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Sufficiency entering the Dragon’s Den at eceee Summer Study

(eceee news, 5 Jun 2019) Four aspiring green entrepreneurs entered the Hyères Dragon’s Den yesterday evening. But unlike the UK TV series on which it was based, the real winner was the idea of energy sufficiency itself, according to Joanne Wade, eceee’s vice president.

“We’re planning to take all these ideas in our policy papers to engage the European commission and national and local governments,” she said. “These were really positive ideas and we want to use all of them as very concrete proposals. There is something in there that could work everywhere.”

Each contestant pitched their proposals for food, transport, housing and holidays to the four-person panel and a packed hall voted with green, yellow and red cards for their favourite.

Finally, the panel awarded their “policy capital” to the best ideas for popularising energy sufficiency, or the expansion of a safe space between people’s access to core energy services within the outer limits of planetary resources, notably CO2 levels.

Dr Phil Grünewald of the Oxford University environmental change institute began a popular push for communal workplace cooking sessions by asking “What has the US ever done for us?”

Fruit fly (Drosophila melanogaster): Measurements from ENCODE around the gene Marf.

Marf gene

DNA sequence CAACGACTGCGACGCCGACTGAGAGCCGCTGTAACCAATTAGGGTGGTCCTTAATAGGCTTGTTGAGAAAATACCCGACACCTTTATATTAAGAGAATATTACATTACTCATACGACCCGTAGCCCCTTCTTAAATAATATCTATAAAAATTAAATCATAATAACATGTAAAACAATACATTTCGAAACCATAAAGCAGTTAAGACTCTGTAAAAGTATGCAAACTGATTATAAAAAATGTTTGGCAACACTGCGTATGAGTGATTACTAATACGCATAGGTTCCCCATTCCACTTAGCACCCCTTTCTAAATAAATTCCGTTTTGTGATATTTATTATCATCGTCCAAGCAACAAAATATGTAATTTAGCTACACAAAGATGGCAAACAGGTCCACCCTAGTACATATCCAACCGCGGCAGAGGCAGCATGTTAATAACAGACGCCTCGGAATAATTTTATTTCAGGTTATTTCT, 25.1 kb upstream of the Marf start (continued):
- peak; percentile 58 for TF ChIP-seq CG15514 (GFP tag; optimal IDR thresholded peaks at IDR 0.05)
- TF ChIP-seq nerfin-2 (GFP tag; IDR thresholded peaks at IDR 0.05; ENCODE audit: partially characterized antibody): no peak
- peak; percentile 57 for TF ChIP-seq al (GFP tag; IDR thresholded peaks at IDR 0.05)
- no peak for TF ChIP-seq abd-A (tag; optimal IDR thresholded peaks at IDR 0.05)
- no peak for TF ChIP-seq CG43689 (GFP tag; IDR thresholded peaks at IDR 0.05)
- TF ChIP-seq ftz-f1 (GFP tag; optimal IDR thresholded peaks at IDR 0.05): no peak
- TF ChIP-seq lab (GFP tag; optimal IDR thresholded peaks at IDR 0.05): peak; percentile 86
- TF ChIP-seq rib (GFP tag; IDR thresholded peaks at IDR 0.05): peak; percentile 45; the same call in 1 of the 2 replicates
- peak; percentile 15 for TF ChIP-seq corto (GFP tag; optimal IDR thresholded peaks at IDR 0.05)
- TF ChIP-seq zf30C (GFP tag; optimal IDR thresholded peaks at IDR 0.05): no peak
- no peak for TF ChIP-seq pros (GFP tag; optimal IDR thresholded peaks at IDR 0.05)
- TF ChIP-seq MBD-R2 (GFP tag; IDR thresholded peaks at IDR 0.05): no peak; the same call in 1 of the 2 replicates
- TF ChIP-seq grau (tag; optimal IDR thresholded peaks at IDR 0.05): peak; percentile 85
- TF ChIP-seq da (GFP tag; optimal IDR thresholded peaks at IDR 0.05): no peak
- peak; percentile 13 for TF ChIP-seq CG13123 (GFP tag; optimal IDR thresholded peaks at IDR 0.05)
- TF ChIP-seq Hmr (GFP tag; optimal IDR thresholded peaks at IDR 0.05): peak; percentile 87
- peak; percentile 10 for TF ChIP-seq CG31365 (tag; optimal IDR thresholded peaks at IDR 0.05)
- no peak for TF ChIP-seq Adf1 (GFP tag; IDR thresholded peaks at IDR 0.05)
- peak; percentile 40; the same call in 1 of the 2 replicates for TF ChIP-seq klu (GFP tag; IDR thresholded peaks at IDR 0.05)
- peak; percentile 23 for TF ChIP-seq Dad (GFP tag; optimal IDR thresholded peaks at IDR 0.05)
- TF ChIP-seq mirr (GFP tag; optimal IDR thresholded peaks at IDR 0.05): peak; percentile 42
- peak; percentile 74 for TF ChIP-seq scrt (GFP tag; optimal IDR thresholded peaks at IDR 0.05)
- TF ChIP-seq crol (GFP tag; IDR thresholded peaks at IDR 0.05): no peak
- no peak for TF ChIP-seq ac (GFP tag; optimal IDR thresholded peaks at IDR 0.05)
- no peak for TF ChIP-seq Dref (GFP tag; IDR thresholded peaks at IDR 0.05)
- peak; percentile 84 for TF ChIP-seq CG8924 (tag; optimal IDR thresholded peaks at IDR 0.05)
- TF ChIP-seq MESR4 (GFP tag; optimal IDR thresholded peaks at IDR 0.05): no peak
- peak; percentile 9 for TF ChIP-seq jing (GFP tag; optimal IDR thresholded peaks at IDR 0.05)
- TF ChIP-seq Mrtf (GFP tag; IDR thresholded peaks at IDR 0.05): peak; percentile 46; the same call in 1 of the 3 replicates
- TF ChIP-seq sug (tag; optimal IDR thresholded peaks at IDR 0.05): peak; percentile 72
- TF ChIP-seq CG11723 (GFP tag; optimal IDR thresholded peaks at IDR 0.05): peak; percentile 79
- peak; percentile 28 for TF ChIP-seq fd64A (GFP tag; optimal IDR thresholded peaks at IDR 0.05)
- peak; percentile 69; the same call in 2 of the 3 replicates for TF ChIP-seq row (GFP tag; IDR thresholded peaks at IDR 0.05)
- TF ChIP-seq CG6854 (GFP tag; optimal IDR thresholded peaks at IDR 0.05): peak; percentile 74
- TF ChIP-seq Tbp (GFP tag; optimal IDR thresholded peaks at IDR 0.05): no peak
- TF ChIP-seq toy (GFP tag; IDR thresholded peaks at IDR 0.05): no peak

“Frankly,” he replied, “I believe it’s led us to unsustainable, unproductive, unhealthy food practices that have made made us mentally ill and lonely and for all of that, I blame food.”

Instead, he proposed expanded lunch breaks with cooking classes facilitated by nutritionists, environmentalists and chefs. Gallic opposition though, proved formidable.

“Food is a very sensitive topic for French people,” said the French dragon, Benoit Lebot of IPEEC. “I feel priority should be given to bike riding.”

Neil Wallis of the Low Carbon Vehicle Partnership floated his suggestion for universal road charging in equally choppy waters after the recent French Gilets Jaunes protests.

His scheme would cap and trade excess mileage on polluting vehicles, as measured by technological gadgets in people’s cars, allowing for a hypothecation to poorer drivers.

Anja Bierwirth, of the Wuppertal Institute proposed a dozen annual energy-sufficiency days across Europe to combat what she called the “absurd but patronising alarmism of a ‘stone-age future’” that German tabloid columnists had used to denigrate ideas of energy sufficiency.

These would be days free of cars, plastic and adverts, as well as open homes and goods exchange days. The idea was greeted with a sea of green cards.

In the end though, it was Hasselt University’s Professor Griet Vierbeek who won over the majority of the dragon panel with a pitch to overhaul housing taxation, by using tax tariffs.

These would take account of a household’s size and multiply its energy consumption by the floor space to provide a kWh per person, per year figure. It would then be measured against a carbon neutral consumption benchmark to determine whether people paid a higher or lower tariff.

Under current energy efficiency labelling schemes, small energy-inefficient houses are often taxed more than large renovated home. “If you just look at the top of an energy label, you will create problems from a social justice point of view,” Vierbeek said.

Arthur Neslen for eceee news service